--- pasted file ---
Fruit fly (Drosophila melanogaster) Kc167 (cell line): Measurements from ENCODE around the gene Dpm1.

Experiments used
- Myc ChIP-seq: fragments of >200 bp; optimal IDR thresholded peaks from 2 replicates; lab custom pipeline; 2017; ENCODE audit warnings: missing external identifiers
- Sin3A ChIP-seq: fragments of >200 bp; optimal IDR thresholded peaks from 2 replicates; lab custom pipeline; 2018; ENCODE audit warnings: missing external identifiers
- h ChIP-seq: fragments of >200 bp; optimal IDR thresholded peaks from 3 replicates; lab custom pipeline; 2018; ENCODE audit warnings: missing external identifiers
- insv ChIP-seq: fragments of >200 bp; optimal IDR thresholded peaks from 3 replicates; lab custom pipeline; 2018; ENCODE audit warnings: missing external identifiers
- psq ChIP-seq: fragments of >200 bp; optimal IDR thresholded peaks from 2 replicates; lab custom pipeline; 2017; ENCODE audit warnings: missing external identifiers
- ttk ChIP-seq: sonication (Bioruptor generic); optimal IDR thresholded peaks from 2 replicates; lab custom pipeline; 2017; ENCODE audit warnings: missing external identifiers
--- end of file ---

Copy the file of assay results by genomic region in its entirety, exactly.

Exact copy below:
Fruit fly (Drosophila melanogaster) Kc167 (cell line): Measurements from ENCODE around the gene Dpm1.

Experiments used
- Myc ChIP-seq: fragments of >200 bp; optimal IDR thresholded peaks from 2 replicates; lab custom pipeline; 2017; ENCODE audit warnings: missing external identifiers
- Sin3A ChIP-seq: fragments of >200 bp; optimal IDR thresholded peaks from 2 replicates; lab custom pipeline; 2018; ENCODE audit warnings: missing external identifiers
- h ChIP-seq: fragments of >200 bp; optimal IDR thresholded peaks from 3 replicates; lab custom pipeline; 2018; ENCODE audit warnings: missing external identifiers
- insv ChIP-seq: fragments of >200 bp; optimal IDR thresholded peaks from 3 replicates; lab custom pipeline; 2018; ENCODE audit warnings: missing external identifiers
- psq ChIP-seq: fragments of >200 bp; optimal IDR thresholded peaks from 2 replicates; lab custom pipeline; 2017; ENCODE audit warnings: missing external identifiers
- ttk ChIP-seq: sonication (Bioruptor generic); optimal IDR thresholded peaks from 2 replicates; lab custom pipeline; 2017; ENCODE audit warnings: missing external identifiers